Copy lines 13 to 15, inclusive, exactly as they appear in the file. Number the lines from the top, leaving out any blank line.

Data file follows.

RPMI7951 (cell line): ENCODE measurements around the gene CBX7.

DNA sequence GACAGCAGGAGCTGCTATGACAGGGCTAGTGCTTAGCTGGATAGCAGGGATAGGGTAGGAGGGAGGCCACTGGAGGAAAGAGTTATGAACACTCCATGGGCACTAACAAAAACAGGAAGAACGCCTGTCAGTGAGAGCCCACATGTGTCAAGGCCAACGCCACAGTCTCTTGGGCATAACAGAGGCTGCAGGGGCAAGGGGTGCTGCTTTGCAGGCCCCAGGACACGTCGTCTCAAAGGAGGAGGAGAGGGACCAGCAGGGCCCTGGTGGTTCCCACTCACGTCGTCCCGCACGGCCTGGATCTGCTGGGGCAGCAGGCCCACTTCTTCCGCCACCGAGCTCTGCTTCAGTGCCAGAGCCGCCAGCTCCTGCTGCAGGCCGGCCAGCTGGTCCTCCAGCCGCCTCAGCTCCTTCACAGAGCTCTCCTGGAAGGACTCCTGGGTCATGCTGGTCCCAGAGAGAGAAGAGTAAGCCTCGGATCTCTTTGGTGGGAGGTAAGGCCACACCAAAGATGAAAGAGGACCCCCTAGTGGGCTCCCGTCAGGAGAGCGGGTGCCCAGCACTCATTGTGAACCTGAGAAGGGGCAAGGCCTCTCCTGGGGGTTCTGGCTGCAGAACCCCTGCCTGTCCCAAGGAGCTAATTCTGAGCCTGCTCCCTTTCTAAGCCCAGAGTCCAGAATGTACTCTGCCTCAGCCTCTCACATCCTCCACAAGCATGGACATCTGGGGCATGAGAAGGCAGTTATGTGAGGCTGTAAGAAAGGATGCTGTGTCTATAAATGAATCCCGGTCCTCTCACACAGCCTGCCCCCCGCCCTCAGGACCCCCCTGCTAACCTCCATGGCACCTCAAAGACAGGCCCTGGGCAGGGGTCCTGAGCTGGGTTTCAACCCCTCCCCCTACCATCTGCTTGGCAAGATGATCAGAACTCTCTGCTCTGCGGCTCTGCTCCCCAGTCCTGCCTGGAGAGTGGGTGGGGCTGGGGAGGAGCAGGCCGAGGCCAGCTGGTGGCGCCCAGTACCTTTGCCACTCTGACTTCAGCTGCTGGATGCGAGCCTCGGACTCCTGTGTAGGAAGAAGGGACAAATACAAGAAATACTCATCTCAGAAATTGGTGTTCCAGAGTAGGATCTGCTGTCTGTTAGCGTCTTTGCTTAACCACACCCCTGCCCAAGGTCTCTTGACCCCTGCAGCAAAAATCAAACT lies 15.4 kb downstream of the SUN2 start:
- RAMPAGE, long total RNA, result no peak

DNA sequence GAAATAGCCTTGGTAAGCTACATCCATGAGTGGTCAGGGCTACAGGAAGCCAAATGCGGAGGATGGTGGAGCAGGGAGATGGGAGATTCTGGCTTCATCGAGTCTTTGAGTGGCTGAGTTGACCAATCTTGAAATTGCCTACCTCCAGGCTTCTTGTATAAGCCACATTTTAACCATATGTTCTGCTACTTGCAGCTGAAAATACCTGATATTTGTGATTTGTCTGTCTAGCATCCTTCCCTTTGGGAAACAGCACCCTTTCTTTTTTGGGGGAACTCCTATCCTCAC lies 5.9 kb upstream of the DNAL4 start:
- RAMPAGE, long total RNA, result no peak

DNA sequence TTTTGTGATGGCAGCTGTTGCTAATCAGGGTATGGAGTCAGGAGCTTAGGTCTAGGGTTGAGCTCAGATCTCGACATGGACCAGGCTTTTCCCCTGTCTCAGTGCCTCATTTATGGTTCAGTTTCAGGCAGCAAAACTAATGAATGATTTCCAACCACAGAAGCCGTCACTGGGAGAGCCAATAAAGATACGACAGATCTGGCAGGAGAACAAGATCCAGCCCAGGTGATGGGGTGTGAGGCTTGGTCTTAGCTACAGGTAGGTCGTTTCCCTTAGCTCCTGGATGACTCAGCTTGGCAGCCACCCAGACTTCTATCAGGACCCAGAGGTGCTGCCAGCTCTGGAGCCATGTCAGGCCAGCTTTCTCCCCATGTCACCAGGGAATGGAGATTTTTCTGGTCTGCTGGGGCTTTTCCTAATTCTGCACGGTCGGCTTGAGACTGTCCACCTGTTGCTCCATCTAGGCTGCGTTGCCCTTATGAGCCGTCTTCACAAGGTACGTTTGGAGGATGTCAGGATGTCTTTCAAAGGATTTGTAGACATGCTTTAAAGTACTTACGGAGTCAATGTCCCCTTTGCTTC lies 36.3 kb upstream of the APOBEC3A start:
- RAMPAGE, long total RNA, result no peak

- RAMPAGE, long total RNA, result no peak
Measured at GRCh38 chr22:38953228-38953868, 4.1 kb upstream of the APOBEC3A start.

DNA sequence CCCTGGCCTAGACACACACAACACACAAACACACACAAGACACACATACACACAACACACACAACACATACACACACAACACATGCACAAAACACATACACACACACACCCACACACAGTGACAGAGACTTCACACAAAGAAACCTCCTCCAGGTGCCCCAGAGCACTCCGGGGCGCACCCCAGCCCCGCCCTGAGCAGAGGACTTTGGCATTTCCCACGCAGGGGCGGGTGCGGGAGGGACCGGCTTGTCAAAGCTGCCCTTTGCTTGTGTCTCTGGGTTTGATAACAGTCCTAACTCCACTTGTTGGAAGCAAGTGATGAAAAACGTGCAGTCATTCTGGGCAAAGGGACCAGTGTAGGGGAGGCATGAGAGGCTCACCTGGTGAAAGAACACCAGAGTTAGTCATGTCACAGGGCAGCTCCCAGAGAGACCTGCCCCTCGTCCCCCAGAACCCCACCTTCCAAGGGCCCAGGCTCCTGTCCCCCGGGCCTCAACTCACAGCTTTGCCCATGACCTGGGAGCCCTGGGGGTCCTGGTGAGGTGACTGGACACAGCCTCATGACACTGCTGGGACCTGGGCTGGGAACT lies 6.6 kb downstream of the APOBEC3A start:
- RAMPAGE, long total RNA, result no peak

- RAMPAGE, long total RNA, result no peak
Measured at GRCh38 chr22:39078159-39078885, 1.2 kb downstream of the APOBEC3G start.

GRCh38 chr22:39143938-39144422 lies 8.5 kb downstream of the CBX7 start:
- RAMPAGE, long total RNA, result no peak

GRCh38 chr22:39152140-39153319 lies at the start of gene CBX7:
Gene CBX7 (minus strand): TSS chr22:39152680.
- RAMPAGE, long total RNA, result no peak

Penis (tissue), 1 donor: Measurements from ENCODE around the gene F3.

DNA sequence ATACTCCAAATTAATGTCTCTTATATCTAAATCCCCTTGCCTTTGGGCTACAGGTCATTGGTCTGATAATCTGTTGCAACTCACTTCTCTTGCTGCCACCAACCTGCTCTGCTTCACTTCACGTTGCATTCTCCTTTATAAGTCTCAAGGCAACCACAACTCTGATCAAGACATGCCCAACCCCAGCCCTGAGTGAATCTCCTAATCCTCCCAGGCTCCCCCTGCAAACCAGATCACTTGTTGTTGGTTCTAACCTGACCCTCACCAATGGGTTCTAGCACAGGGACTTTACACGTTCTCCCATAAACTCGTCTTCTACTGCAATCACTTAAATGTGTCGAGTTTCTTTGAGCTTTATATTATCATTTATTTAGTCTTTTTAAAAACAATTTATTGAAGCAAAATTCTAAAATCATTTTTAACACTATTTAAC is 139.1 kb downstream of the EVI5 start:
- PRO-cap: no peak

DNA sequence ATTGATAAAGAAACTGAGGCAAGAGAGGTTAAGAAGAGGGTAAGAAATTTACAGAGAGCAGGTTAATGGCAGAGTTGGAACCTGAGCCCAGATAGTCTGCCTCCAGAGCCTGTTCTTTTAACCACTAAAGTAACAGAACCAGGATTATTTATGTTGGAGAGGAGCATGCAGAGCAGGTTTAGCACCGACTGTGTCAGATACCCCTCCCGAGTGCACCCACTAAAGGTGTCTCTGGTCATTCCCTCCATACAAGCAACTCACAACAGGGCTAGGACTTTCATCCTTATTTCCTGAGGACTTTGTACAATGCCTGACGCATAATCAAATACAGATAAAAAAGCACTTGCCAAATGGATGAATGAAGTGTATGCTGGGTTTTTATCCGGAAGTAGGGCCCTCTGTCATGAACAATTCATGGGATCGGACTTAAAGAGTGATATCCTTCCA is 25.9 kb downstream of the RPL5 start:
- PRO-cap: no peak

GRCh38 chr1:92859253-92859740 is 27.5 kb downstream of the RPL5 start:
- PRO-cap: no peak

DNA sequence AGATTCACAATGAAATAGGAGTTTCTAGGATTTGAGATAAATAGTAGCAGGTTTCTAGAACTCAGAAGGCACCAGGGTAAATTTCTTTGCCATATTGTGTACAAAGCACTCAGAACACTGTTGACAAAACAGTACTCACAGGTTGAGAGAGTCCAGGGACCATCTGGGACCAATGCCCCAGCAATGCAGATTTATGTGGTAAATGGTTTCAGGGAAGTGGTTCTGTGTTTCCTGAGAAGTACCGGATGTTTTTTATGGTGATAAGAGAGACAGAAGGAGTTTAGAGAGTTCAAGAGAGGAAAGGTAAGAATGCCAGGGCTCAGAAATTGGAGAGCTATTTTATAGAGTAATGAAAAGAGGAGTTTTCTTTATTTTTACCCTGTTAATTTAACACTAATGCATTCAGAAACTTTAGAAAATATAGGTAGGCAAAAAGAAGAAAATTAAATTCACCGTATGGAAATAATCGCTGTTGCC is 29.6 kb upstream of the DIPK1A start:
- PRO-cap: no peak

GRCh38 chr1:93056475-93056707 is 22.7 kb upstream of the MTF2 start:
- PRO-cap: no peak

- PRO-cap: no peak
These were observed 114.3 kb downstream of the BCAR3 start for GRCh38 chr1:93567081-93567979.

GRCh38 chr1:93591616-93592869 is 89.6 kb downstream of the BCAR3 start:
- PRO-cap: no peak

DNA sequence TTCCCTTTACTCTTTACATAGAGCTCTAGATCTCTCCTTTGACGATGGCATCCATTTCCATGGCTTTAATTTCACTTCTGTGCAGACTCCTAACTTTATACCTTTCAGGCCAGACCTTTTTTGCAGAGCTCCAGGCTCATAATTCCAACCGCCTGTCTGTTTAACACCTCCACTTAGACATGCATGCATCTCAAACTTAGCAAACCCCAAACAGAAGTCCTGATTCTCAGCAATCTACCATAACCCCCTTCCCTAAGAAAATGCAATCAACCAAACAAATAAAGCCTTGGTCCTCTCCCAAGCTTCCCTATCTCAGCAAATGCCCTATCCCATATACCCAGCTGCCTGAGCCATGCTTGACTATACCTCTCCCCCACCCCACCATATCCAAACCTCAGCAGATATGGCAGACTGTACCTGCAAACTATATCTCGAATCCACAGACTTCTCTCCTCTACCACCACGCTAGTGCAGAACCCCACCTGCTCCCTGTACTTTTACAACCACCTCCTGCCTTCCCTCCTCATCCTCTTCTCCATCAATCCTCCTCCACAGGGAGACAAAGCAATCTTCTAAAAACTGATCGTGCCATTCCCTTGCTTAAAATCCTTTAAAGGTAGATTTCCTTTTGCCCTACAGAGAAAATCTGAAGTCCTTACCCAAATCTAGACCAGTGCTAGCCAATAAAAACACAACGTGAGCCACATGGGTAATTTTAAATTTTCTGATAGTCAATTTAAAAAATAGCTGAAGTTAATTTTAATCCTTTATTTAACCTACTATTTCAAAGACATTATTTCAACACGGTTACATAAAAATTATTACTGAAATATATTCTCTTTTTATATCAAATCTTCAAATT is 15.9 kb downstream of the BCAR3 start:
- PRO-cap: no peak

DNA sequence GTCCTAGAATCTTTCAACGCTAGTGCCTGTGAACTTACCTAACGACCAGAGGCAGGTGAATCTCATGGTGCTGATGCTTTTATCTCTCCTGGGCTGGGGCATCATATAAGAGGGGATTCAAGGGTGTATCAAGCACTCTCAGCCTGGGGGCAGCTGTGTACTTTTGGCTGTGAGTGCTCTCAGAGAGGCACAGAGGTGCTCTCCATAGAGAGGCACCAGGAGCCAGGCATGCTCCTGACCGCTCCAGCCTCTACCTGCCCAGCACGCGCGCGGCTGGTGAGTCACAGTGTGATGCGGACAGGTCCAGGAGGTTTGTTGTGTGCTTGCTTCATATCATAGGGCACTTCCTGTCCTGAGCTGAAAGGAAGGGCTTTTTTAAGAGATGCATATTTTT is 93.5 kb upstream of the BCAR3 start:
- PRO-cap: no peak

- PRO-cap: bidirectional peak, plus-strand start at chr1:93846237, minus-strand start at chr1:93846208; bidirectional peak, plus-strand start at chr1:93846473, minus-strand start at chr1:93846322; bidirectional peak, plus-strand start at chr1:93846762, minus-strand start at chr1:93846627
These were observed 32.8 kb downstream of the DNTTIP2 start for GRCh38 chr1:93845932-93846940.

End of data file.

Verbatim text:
Measured at GRCh38 chr22:39078159-39078885, 1.2 kb downstream of the APOBEC3G start.

GRCh38 chr22:39143938-39144422 lies 8.5 kb downstream of the CBX7 start:
- RAMPAGE, long total RNA, result no peak